Think of a children’s song. That’s the first line of your poem this week.
I am leaving later this week on our trip and all poems for the next month are scheduled. Thankyou to poets who have sent in poems for a spotlight during July. Others poems in the waiting room folder will be posted as well. The next prompt will be on Monday 6th of August and to give you the heads up it will be poems about food. That gives you plenty of time to think and write.
When I get coverage I will check emails and save poems sent in.
This week I have been playing with metaphors. Metaphors give us a memorable comparison to understand something which seems inexpressible at a deep level.
Some metaphors have been so used that they have become clichés; so as I write I have to approach them with care and ingenuity. I have to strive for originality. But also intertextuality and allusion are going to be helpful.
I have been working with the ideas of gates, doors and walls, of barriers, and openings, of welcomes and denials.
My journey with gates, doors and walls is triggered by all the news about refugees around the world not being allowed to cross borders, and being put inside camps (prisons?) and separated from their children.
Historically walls are set up to protect from invasion of enemies. They surround cities, castles and more. But all walls have a gate for those who can be trusted to make their way through.
There are famous walls, the Great Wall of China, the Berlin Wall (which one day came tumbling down) and literary walls, like Humpty Dumpty’s wall which he fell from.
As for doors, literature is full of portals, doorways, that take us elsewhere. Often the doors are hidden and disguised, just think the magic wardrobe in the Narnia Chronicles. But there is also the entry to the magical places of Harry Potter at the station, Hogwartz can’t be reached without knowing how to go through the portal.
Now how does one make ones way through a door, I think of the Trojan Horse.
My mind begins to think do people still fear the Trojan Horse, and has this somehow rid people of compassion. They think that everything must not be what it seems, but is always in disguise; a disguise that has bite, a disguise that will destroy.
So now with some of this thinking done, I have some things I can allude to, some ideas about gates and doors, some emotions I want to draw on, and a current happening in the world that frustrates me and I hope we can change.
Now for a poetry first draft to bring this all together.
the Trojan horse
Somehow this horse is a boat or a truck full of people crying
It can’t be real it is just a tool to make us open borders
We won’t be fooled We must protect our citizens
Oh for a portal to freedom a falling Berlin wall and all the Humpty Dumptys falling down, down, down
toppling from the wall they installed
Oh for a portal to compassion hidden somewhere in that wall that is going up, up, up, up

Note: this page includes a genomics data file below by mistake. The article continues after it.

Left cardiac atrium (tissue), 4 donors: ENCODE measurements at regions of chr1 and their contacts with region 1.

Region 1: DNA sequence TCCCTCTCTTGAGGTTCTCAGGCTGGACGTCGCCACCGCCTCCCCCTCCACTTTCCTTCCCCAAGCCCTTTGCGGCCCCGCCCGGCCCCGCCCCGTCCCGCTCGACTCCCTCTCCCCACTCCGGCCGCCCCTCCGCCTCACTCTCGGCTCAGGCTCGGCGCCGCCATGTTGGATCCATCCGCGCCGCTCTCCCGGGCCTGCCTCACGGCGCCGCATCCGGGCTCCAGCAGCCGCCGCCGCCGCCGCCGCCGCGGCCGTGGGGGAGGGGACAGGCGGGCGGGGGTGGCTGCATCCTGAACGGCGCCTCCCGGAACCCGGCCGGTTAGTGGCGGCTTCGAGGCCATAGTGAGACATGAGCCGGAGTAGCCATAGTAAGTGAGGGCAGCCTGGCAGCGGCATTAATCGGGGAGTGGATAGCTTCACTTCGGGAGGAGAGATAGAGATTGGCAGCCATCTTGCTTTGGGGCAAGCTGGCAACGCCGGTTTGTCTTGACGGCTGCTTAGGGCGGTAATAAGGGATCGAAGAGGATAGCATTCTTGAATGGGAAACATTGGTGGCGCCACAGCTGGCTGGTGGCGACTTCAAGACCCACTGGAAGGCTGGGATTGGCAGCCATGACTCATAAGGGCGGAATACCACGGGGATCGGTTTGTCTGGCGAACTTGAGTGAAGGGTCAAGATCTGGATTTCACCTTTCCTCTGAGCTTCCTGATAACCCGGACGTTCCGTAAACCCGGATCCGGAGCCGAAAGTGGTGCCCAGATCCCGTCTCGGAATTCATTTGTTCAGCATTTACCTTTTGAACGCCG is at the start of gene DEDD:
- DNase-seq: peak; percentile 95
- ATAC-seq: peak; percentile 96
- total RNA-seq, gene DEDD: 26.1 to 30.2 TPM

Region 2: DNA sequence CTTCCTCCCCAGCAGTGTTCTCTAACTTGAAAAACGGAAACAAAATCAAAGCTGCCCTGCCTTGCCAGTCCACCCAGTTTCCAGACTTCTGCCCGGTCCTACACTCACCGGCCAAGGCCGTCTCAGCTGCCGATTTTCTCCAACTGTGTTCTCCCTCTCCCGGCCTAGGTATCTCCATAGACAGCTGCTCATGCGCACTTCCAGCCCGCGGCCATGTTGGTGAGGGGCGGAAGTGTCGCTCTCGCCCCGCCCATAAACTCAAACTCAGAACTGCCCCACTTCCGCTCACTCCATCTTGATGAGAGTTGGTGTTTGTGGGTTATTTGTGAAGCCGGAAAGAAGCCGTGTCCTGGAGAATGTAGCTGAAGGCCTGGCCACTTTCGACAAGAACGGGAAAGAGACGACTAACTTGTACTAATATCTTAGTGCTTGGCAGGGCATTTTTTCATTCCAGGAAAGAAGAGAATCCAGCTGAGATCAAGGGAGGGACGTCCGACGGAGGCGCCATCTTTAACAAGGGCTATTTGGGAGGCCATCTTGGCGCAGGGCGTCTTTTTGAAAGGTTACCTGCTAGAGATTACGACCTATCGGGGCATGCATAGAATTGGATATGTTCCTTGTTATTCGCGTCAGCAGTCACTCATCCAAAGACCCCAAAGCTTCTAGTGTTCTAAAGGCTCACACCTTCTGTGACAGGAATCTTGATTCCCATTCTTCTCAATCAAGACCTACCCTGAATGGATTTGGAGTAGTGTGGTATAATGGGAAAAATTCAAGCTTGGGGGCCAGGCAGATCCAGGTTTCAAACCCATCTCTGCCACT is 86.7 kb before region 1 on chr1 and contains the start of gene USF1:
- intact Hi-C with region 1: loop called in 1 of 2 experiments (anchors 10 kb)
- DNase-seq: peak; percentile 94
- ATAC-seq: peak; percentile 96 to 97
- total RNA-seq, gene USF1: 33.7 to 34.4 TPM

When will you believe what you see is not just a trick and when will we all sing a welcome song?
I’ll keep working on this poem and see what eventuates.
It is a beginning and I am working with this one to let the subject dictate the shape and direction of the poem.
Questions I ask myself after a first draft like this:
Am I being a little didactic (lecturing) here? Is that okay?
In what ways can I improve the poem’s lineation?
Can I think also about protest songs and bring their intertextuality in ?
Will this poem be part of a series of poems?
What other research, including visual research, can I do to reflect on gates, doors, walls etc?
Test your memory and see if you can name any poets from the lines I picked randomly during a timed exercise. “Like gold to airy thinness beat” is from Valediction, Forbidding Mourning by John Donne (1573–1631)
This game can be adapted for writers, artists, poets and movie fans!
There are two versions. The version attributed to the Surrealist Movement is when the weirdest possible head, torso, legs of the Exquisite Corpse are drawn by three different players, each folding over the paper so the next person can’t see the results until it is unfolded at the end of the game.
“Consequences” is the original name of this literary pen and paper parlour game which has been played since the 1800s Victorian Era. A random sentence is written near the top of the page. The paper is folded over then passed to several other participants who add to it and…
Butterflies on the wall, a new creation by artists
calls the People of this city to turn towards
the spaces beyond
“Darkness hath encompassed every land, O my God, and caused most of Thy servants to tremble. I beseech Thee, by Thy Most Great Name, to raise in every city a new creation that shall turn towards Thee, and shall remember Thee amidst Thy servants…”
-Bahá’u’lláh, Prayers and Meditations
(c) poetry words and image June Perkins. This first appeared on Nineteen Months
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This week prompt is to write from a child’s perspective. Write a poem about yourself pretending you are a child in which nothing is true.
Please send prompt poems and any other poems to:
I am on LSL from 28/6 to 30/7. My husband and I are travelling with our caravan to the tip of Cape York and as a result we will be out of range at times especially in “The Cape”. To keep things running well I would like to schedule a month ahead for this time. I was thinking that we could have a spotlight month in July in which the regulars send in 3-4 poems and a paragraph of what you are doing re poetry in 2018. I would need 12 of you to contribute to this idea. If you would like to be part of this please send me the poems and paragraph…